Good Stuff to Read
Photo: Rachel's beloved "Mamacita" reading at a cafe in Chengdu, China
The world is but a book and the person
who stays inside reads but one page.
Antoine de Saint Exupery
It could be said that traveling without the shared joy of reading is similarly tragic. Like cooking blindfolded. You can guess your way around the kitchen but you don’t truly have a complete perspective on what’s happening around you: You’re going to miss out on the added insight that others have on this region of the world.
The following are a few of my favorite travel adventure books. This list continues to build with every year. Another great list to check out is National Geographic Adventure’s list of 100 Best Adventure books of all time. My recommendation? Pick up the book, read a chapter, and if it doesn’t resonate with you by the end of the first chapter, then toss it and move on. Life is too short to waste your time not enjoying 200 pages.
For the purposes of travel, I’ve arranged my reading list like I do my address list: geographically.
If you have any others to add to this list, a book that you think I must absolutely add, please feel free to make a suggestion.
Click on the section you're interested in:
The following are three of my favorite places to buy books:
The World and the Whole Shebang:
Book Passage: An excellent, independently run bookstore based in Corte Madera, California (across the bridge from San Fran). They're also home to one of the country's best Travel Writers and Photographers Conferences.
Powell's: World's largest used bookstore based in Portland, Oregon. Their store covers a whole city block. Their website also offers book reviews.
Amazon: Need I say more? Always a favorite. It's a great place to peruse and read customer reviews.
Jaguars Ripped My Flesh, Road Fever, Pass The Butterworms by Tim Cahill. Cahill's stories are always refreshing and great fun to read.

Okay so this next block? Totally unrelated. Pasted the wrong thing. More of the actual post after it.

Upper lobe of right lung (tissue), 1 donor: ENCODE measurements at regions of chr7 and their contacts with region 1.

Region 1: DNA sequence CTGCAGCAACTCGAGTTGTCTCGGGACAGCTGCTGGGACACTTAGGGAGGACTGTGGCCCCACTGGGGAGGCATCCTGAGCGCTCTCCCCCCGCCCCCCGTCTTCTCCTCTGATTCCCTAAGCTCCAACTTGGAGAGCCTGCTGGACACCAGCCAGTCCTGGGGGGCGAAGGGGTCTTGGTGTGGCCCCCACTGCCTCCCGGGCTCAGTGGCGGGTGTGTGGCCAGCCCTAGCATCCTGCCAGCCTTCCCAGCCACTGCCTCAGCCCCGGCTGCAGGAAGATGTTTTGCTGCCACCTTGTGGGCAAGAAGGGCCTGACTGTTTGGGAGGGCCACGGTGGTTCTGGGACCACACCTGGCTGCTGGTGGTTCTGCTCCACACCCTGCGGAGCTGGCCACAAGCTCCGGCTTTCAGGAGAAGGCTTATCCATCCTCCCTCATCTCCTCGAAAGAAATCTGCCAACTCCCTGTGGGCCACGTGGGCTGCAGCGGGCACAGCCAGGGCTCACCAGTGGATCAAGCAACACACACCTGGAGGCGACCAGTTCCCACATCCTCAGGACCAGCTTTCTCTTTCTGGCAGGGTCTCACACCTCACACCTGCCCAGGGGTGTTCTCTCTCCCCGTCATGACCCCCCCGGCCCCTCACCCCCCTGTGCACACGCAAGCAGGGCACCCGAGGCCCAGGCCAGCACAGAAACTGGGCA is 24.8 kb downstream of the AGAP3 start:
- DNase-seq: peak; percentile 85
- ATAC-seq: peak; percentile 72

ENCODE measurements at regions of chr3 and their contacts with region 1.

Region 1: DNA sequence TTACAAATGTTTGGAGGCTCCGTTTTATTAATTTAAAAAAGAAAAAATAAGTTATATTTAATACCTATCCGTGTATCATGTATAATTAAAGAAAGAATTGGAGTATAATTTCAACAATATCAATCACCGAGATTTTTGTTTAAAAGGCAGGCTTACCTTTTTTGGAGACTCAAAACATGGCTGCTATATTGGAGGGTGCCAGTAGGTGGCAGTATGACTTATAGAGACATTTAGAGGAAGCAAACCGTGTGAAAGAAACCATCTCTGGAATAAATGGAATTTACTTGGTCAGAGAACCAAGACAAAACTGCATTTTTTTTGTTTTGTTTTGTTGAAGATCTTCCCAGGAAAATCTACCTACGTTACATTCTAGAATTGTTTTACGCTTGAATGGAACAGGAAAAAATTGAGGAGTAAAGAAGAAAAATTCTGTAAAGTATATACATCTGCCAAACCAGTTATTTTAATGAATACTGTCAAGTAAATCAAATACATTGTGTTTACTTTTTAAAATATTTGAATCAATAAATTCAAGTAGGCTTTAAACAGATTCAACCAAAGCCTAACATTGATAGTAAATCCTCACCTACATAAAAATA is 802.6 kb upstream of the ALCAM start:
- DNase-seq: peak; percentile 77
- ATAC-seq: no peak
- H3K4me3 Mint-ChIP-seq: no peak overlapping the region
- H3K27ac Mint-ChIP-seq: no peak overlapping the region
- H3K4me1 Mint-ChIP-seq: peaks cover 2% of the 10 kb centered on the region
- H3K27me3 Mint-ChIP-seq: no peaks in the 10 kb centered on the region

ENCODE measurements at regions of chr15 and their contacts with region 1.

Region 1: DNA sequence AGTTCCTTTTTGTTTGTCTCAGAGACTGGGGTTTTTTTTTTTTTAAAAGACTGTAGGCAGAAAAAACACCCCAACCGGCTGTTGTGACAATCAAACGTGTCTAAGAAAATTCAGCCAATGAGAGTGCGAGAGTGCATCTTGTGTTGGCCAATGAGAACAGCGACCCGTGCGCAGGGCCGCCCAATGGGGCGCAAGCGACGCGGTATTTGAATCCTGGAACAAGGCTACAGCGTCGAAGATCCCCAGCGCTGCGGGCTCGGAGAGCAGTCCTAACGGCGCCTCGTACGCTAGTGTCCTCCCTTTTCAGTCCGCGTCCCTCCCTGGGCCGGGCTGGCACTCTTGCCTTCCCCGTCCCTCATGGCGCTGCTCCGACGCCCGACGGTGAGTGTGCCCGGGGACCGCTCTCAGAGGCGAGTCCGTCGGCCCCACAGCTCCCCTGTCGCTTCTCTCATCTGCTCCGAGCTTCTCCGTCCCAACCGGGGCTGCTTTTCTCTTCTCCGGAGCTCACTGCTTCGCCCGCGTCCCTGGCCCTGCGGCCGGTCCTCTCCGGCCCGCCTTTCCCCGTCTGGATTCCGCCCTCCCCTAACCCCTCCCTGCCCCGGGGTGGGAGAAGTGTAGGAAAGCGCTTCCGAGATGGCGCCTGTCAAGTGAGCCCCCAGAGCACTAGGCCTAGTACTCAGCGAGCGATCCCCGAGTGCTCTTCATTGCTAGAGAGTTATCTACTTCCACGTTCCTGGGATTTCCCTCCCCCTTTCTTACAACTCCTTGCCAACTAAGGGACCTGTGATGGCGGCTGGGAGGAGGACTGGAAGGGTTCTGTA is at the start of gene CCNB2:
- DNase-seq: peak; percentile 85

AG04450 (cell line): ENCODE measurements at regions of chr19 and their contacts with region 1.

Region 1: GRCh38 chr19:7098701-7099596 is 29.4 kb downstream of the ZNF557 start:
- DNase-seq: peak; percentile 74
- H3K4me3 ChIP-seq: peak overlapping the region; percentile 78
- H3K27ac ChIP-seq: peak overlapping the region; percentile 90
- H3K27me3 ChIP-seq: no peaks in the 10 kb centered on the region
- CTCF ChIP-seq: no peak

What Color Is Your Jockstrap? edited by Jen Leo. This collection of stories (including one that I wrote titled "Mama Chihuahua: World's Fiercest Travel Partner") about men and women's misadventures abroad is third in a humor travel anthology series including The Thong Also Rises and Sand In My Bra, edited by Jen Leo. Featured stories by Tim Cahill, Susan Orlean, Rachel S. Thurston, Elliott Hester, and Rolf Potts. For more info, click here.
The Last Breath by Peter Stark. For the macabre-fascinated readers, Stark's collection of essays illustrates the various ways extreme athletes/travelers can die...from the slow decay of scurvy to the nearly immediate collapse of the human body to dehydration and exposure.
Tales of a Female Nomad: Living at Large in the World by Rita Golden Gelman.
Flying by the Seat of My Pants edited by Don George. Published by Lonely Planet Flying is an excellent collection of humorous travel stories featuring works by Doug Lansky, Tim Cahill, Pico Iyer, Don George, and Rolf Potts.
Plane Insanity by Elliott Hester. This is a hilarious collection of true stories about Hester's countless years enduring the wrath of angry passengers while he worked as a flight attendant for a major airline (and he's never telling WHICH one!).
Adventures Of A Continental Drifter by Elliott Hester. I haven't read this one yet but I really enjoyed Hester's last book.
In Xanadu: A Quest by William Dalrymple.
The Best American Travel Writing 2005 edited by Jamaica Kincaid and Jason Wilson.